Tyus Jones‘ decision to leave Duke after a single season is a move that should pay off for the young point guard. The freshman’s stock isn’t likely to rise much higher than it is right now, with Jones having been part of Duke’s National Championship squad this season, as well as being named as the Most Outstanding Player of the 2014/15 NCAA Final Four in the process. With NBA scouts already divided in their opinions of Jones, returning to Durham would have been a big risk for the 18-year-old. His stock could have only fallen by spending another season at the collegiate level, so making the jump to the NBA at this time is firmly in Jones’ best interests.
Jones is quite possibly the best pure point guard in this year’s draft. He possesses remarkable floor vision, is a reliable and consistent performer, and has all of the leadership qualities that a coach could desire from a floor general. But it is Jones’ size, 6’1″, and lack of elite athleticism that have his doubters unconvinced that he can make a successful transition to the NBA.
The point guard is currently ranked as the No. 19 overall prospect by Jonathan Givony of DraftExpress, while Chad Ford of ESPN.com (Insider subscription required) slots Jones 21st amongst his top-100 prospects. If you added another two inches to Jones’ frame, or if he was just a bit faster, then the player would likely be thrust into the discussion when debating the potential top five picks in June’s draft.
“I want to love him [Jones],” one NBA GM told Ford. “He’s really, really good. His feel for the game is tremendous and now that his jump shot is falling, he’s very difficult to guard. I’m just worried that given the size of so many elite point guards in our league and how great so many of them are athletically, whether he can keep up on either end of the floor. That was my concern last year with Tyler Ennis and he was bigger and more athletic. I just don’t know when you take him.”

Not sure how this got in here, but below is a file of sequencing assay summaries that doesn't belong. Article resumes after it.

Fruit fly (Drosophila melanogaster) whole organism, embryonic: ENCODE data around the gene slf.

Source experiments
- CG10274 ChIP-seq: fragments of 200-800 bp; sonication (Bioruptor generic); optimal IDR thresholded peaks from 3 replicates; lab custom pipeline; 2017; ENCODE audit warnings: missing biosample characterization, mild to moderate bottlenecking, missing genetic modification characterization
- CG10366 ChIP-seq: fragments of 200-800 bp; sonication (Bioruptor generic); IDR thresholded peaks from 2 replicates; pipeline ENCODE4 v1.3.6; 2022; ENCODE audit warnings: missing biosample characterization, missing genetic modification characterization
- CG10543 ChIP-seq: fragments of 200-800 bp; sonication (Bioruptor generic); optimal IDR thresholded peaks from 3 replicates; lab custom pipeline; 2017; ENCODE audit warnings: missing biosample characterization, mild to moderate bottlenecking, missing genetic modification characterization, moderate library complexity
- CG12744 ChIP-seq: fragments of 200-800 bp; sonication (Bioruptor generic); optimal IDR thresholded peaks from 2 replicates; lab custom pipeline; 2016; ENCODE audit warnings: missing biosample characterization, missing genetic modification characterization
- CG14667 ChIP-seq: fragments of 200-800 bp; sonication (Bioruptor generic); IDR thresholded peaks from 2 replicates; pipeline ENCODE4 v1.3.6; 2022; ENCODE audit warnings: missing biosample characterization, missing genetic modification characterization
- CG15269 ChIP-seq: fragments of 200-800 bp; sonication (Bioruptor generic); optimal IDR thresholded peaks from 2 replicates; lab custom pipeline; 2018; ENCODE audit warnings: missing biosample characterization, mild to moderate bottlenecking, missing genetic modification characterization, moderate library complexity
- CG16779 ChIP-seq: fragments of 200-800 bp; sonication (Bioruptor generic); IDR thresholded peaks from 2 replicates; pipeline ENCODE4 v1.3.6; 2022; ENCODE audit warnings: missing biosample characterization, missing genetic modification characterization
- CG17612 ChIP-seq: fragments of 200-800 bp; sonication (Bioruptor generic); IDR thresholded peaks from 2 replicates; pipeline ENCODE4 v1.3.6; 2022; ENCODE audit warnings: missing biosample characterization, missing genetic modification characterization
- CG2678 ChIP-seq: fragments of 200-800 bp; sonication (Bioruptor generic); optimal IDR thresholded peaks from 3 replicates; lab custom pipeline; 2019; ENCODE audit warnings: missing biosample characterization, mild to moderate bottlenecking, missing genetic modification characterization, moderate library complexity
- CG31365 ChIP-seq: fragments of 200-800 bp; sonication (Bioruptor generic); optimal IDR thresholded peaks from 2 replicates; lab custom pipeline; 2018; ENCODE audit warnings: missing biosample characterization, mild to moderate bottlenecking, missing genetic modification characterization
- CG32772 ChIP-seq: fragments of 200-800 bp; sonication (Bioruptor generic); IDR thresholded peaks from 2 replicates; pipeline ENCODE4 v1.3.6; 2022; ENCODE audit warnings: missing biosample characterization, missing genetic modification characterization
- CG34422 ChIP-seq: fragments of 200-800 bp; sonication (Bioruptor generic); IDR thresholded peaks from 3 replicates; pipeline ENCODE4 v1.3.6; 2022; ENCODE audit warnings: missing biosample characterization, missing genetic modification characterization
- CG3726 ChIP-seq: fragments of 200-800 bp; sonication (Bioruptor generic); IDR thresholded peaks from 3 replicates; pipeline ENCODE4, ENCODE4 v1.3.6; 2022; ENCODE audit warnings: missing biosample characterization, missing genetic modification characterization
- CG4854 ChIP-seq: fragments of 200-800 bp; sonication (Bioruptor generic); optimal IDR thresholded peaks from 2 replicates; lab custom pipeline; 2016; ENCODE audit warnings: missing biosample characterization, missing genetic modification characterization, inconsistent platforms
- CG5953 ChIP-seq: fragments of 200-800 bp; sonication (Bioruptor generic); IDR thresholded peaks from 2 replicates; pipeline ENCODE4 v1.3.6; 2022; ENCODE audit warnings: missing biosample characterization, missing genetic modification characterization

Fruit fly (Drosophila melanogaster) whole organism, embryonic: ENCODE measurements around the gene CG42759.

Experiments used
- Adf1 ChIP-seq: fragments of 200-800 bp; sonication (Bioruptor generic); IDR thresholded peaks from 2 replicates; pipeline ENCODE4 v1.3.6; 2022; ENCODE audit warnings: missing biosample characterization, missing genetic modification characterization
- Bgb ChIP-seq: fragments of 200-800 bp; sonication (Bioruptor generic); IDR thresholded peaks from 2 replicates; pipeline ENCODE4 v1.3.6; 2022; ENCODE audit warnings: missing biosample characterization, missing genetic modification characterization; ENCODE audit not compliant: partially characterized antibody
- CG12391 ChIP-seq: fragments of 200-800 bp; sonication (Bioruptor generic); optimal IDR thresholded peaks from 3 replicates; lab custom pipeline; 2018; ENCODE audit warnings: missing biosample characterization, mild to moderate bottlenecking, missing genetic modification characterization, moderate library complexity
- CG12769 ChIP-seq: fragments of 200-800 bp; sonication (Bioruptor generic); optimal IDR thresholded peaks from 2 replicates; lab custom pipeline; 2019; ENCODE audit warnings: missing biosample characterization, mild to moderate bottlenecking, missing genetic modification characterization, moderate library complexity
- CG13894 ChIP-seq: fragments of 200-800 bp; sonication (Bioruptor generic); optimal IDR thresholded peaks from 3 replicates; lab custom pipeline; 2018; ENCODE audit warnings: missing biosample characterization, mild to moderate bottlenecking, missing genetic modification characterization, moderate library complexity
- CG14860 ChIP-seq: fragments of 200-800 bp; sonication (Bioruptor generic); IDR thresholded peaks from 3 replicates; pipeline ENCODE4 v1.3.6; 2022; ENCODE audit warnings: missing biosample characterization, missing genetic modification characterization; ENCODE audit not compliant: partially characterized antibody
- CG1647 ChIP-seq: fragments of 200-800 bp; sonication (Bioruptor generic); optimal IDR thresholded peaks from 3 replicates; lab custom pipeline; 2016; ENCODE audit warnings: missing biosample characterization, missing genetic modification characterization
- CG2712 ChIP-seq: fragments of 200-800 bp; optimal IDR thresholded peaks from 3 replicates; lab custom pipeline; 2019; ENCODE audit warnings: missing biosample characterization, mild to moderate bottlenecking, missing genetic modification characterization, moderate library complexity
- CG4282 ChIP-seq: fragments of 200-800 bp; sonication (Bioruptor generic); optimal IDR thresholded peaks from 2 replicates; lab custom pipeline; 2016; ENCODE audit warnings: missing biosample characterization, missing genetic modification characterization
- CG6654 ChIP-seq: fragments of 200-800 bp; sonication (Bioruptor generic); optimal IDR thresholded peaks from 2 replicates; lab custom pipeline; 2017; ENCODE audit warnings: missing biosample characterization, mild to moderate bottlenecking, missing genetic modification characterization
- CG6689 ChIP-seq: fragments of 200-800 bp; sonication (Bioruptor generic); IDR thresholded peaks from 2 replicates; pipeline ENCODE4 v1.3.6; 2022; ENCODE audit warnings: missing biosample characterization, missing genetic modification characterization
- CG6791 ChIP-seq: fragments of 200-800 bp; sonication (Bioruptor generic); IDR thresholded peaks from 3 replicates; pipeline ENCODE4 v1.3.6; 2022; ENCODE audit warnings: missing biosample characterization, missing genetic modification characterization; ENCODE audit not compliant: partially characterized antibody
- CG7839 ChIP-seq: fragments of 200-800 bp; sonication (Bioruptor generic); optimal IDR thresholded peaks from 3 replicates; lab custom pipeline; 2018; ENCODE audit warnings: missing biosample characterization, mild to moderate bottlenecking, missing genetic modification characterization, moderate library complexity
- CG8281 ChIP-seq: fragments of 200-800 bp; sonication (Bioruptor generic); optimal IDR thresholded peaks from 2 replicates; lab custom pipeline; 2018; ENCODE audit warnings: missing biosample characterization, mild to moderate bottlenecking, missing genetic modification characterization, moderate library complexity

While his athleticism might not be on par with the upper echelon of point guards in the NBA, Jones has all of the intangibles you could hope for, and also demonstrated that he can perform when the lights are at their brightest. In 39 games with the Blue Devils, Jones averaged 11.8 points, 3.5 rebounds, 5.6 assists, and 1.5 steals in 33.9 minutes per contest. His shooting numbers were .417/.379/.889. In his six NCAA tournament appearances, Jones committed only eight turnovers in total, including just one in his 37 minutes of action versus Wisconsin in the title game.
The 18-year-old possesses outstanding ball-handling skills, and is a dynamic passer who sees the floor and reads defenses incredibly well for a player with his limited experience. The combination of Jones’ floor vision, ball distribution, and his ability to consistently sink jump shots off the dribble make him a handful in pick-and-roll sets, Givony notes. Jones also demonstrated good accuracy from beyond the three-point line, with nearly 38% of his deep balls finding their mark. This is a very important aspect of Jones’ game going forward, since he won’t be able to make a living in the NBA without being able to keep defenders honest with his shooting.
If Jones is to find any success at the next level, he’ll have to continue to improve on his outside game, since he doesn’t have the speed necessary to blow by most NBA guards. The freshman also isn’t especially adept at creating his own shot with any level of consistency. However, this is an area I think the young guard will improve upon as he gains more playing experience. Jones also needs to become more effective when he is able to take it to the rim, having converted just 44% of his shots in the paint while at Duke. Thankfully, Jones is quite adept at creating contact on his drives, and is a sharpshooter from the charity stripe, nailing nearly 89% of his free throws during the 2014/15 campaign.
The young point guard’s lack of explosiveness also impacts him while on defense. To put it bluntly, Jones was not a good defender during his time at Duke. His lack of lateral quickness and strength will certainly be exploited at the NBA level, though with his high basketball IQ, Jones might be able to compensate after a time. What will require immediate adjustment is Jones’ overall defensive intensity and dedication to becoming a ball-stopper. If he hopes to earn regular rotation minutes at the pro level, some serious defensive improvement will be required on Jones’ part.
Despite all of the knocks against his athleticism, Jones is quite simply a winner. One who plays his best ball when the stakes are high and the intensity is at its peak. He is also a player who can make his teammates around him better. Some serious D-League time will be required during his rookie campaign, but for a patient team Jones could be a worthwhile investment. Unless he surprises NBA scouts and executives during his pre-draft workouts, expect Jones to have his name called somewhere in the 17-25 range this June.
Photo courtesy of USA Today Sports Images.